In Country X's last election, the Reform Party beat its main opponent, the Conservative Party, although pollsters, employing in-person interviews shortly before the vote, had projected a Conservative Party victory. Afterwards, the pollsters determined that, unlike Conservative Party supporters, Reform Party supporters were less likely to express their party preference during in- person interviews than they were during telephone interviews. Therefore, using only telephone interviews instead would likely result in more accurate projections for the next election.
Which of the following statements, if true, would most support the argument in the passage?
A. The number of voters in Country X's next election will be significantly larger than the number of voters in the last election.
B. The Conservative Party will win the next election.
C. For each person interviewed in telephone polls before the next election, pollsters will be able to reasonably determine the likelihood of that person voting.
D. People who expressed no party preference during the in-person interviews shortly before
Country X's last election did not outnumber the people who expressed a preference for the Conservative Party.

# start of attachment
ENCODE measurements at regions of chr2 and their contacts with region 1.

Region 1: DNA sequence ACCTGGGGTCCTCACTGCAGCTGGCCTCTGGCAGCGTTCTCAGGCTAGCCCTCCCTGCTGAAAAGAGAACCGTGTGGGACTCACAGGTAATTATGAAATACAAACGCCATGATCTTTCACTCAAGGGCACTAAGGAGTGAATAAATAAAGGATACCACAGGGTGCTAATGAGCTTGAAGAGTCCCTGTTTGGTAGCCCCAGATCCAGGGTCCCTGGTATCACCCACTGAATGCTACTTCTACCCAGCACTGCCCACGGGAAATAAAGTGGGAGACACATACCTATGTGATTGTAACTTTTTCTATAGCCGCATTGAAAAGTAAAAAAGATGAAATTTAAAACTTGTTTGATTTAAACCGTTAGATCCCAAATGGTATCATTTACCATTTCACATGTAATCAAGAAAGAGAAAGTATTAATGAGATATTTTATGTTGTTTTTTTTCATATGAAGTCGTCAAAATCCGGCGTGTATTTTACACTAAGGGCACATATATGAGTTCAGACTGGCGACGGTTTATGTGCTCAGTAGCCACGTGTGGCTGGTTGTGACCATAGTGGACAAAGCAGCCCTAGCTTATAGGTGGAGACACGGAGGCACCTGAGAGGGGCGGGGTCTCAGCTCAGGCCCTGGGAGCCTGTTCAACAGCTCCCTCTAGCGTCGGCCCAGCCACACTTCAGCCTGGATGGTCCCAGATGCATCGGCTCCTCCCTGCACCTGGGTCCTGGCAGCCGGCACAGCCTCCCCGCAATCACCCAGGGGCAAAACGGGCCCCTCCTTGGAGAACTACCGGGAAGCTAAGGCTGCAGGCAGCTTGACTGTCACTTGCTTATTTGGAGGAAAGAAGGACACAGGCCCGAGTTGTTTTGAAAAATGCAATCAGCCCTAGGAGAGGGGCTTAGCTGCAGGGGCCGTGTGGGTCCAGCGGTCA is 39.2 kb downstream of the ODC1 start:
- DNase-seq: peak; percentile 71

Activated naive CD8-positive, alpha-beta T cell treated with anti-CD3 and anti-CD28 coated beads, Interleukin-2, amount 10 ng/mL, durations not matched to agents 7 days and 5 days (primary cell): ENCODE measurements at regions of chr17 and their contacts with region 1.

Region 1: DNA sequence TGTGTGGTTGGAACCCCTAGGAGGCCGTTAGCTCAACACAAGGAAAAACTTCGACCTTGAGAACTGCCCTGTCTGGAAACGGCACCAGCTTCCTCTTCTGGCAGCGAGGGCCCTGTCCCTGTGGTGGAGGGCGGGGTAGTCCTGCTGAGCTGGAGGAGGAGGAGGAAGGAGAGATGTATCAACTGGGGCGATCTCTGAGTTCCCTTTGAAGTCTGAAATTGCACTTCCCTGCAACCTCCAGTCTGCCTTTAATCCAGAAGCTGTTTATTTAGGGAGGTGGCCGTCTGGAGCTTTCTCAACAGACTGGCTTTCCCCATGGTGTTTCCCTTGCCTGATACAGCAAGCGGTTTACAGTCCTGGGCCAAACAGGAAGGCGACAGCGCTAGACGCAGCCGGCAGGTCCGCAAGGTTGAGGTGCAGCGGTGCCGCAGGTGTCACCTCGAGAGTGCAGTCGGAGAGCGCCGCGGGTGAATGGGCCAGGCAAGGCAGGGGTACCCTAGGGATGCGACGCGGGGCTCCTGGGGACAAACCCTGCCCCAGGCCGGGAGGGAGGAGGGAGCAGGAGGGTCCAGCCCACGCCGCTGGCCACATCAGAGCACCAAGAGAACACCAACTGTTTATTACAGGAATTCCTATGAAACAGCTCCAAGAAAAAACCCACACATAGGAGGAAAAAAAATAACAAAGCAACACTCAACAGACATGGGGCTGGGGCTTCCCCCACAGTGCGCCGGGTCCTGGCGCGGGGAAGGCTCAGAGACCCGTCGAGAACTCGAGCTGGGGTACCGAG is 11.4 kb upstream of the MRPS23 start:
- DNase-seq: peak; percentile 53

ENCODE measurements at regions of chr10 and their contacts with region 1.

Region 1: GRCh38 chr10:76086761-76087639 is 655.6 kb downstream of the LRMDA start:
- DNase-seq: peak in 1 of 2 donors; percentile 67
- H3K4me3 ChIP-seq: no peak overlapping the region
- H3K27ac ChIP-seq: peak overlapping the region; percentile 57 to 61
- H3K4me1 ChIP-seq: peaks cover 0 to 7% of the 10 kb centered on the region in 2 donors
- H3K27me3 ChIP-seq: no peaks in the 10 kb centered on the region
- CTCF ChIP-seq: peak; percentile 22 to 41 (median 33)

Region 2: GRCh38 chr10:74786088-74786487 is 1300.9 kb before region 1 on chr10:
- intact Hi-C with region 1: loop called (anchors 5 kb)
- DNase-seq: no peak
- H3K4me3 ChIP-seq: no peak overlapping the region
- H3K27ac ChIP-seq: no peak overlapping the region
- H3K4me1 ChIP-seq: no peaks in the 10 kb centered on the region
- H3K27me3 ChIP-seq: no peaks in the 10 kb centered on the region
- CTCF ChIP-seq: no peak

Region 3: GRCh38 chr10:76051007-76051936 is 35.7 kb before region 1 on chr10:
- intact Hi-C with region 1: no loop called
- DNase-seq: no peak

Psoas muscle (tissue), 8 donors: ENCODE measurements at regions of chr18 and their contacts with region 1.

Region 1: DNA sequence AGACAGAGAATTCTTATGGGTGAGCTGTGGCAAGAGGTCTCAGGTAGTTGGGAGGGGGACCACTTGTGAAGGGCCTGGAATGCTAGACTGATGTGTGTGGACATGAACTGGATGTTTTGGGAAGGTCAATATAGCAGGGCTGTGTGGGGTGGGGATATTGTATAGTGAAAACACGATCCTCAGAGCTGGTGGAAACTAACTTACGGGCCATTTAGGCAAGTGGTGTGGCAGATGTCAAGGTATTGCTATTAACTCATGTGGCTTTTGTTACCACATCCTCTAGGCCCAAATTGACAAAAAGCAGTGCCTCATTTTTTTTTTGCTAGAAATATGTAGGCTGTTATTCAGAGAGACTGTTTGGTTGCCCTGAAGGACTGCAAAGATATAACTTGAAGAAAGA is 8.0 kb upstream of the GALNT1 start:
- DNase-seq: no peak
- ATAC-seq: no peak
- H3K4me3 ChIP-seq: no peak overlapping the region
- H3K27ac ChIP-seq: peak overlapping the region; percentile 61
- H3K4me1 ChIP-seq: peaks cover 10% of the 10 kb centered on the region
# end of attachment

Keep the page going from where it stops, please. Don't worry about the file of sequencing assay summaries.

E. In the next election, pollsters will be able to conduct more in-person interviews than telephone interviews.
Situation Pollsters, using in-person interviews shortly before the last election in Country X, incorrectly predicted that the Conservative Party would win that election, whereas the Reform
Party won instead. The pollsters determined that Reform Party supporters, unlike Conservative Party supporters, are less likely to give their party preference in person than in telephone interviews.
Reasoning What additional information, if true, would most strengthen the support, in light of the given information, for the prediction that using only telephone interviews would result in more accurate projections in the next election in Country X? Even if in telephone interviews pollsters are more likely to get accurate information about which party a person interviewed supports, the pollsters’ projections may not be accurate if the pollsters are unable to determine whether that person is actually likely to vote. So, information indicating that pollsters will be able to determine the likelihood that a person will vote would strengthen support for the conclusion.
Correct. It would certainly be helpful if the pollsters were able to determine how likely the person they were interviewing would be to vote.